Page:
This week's discussion revolves around an article published in 2020 in the Journal of Consulting and Clinical Psychology titled “Targeted Prescription of Cognitive-Behavioral Therapy Versus Person-Centered Counseling for Depression Using a Machine Learning Approach.” In this article, authors Delgadillo and Duhne aimed to identify groups of individuals who respond differently to cognitive behavioral therapy (CBT) or person-centered counseling for depression (CfD) using a targeted prescription algorithm.

What did they do?

The authors used routine care data from patients (n=1,435) already being treated for depression in a primary care setting, where they had received either CBT or CfD. The authors aimed to examine what patient characteristics should be implemented in the development of an algorithm that would prescribe either CBT or CfD to produce the best treatment outcome.

Why did they do it?

The authors highlight that research has suggested that some sorts of therapies (e.g. CBT, Cfd) work through similar mechanisms, which justifies the consideration of patients’ treatment preferences, and may lead to better overall outcomes. As a subcomponent of this research, it has been argued that different patients may actually respond better to treatment when therapies are matched to specific patient attributes, but these attributes have yet to be identified reliably.

How did they do it?

For this study, the authors used data from patients receiving mental health treatment in a primary care setting. The program that patients were recruited from uses a stepped care model, where patients first use self-guided interventions, followed by high intensity therapy interventions for patients who either do not respond to the self-help therapies or who are deemed to be more extreme cases. CBT and CfD were administered to patients by accredited therapists. The authors used total scores from the Patient Health Questionnaire-9 (PHQ-9; a measure of depression symptoms) to evaluate symptom improvement.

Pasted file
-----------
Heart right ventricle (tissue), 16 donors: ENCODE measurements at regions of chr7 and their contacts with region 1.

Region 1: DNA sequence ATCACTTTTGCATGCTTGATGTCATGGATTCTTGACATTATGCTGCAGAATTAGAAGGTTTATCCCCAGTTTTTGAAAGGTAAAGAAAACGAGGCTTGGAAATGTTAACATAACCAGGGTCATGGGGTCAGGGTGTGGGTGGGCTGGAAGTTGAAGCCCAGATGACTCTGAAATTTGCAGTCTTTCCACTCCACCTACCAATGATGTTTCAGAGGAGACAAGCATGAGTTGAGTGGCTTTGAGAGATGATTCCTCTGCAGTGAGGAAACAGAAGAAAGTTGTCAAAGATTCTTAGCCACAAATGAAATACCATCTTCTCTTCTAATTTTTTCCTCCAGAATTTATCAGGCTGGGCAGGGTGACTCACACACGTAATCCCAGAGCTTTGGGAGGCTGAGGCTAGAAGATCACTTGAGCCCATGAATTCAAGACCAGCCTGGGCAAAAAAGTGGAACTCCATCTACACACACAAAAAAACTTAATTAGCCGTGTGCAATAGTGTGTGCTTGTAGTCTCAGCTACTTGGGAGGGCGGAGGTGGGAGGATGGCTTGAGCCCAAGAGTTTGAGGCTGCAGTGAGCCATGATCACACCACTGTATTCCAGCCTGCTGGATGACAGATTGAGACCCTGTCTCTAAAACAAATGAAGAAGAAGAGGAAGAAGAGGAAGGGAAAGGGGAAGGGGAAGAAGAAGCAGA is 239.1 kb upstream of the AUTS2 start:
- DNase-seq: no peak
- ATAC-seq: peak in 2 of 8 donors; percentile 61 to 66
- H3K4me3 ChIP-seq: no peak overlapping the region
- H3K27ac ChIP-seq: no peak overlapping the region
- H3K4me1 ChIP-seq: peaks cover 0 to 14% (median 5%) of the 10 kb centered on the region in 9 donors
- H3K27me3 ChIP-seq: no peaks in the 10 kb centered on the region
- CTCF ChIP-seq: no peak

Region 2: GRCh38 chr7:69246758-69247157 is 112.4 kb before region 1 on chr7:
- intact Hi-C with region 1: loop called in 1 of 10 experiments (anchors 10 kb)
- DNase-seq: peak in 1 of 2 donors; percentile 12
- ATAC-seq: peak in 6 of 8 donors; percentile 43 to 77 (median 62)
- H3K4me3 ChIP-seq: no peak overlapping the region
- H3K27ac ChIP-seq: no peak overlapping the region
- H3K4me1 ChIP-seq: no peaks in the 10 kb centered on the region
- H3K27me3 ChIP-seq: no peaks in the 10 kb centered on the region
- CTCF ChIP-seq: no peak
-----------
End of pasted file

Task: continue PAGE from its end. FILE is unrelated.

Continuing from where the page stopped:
To develop an algorithm sensitive to post-treatment “reliable and clinically significant improvement” (RCSI), the authors used propensity score matching for CBT and CfD cases, and logistic regression to identify prognostic indices for each treatment. Using optimal scaling and elastic net regulation in their statistical models, the researchers developed a personalized advantage index (PAI), which was calculated, as explained by the authors, by taking the difference between the two prognostic indices for each case. They then calculated an overall index, a mean prognostic index (MPI).

What did they find?

The authors were able to find six variables that were significantly relevant in both treatment models; age, employment status, disability, and baseline diagnostic scores. Disability predicted better outcomes in CfD, but poorer outcomes in CBT. Patients living in more deprived areas were also predicted to have better outcomes in CfD, and poorer outcomes in CBT.

Specific to CBT, the authors found that ethnicity was significantly predictive of poorer outcomes, such that individuals from minority groups were more likely to have poorer outcomes. Higher baseline anxiety, longer duration of illness, lower outcome expectancy, and individuals not taking antidepressant medication were all predicted to have better outcomes in CfD.

Overall, the authors were able to identify that a subgroup of patients (~30%) responded differently to different interventions.The odds ratio that was computed for the comparison of treatment demonstrated that patients receiving their optimal treatment type were two times more likely to attain reliable and clinically significant improvement. There were no significant differences found between interventions in treatment outcome.

What does it all mean (our take)?

Ultimately, this study boils down to taking the concept of individualized mental health intervention and making it real. We found this study to be absolutely wonderfully done - a high integrity study with so much value! It clearly demonstrates the value of patient data and how, if done properly, we can use our data to inform our future intervention efforts.

Individualized mental health care is not something we need to continue dreaming about...we now have the science and the technology to begin moving towards a much more individualized system. Our system of care at Mindyra is built to help providers accomplish this goal by maximizing the utility of patient behavioral health data, and we are looking forward to having a serious impact on the world of mental health care as we continue to move forward.

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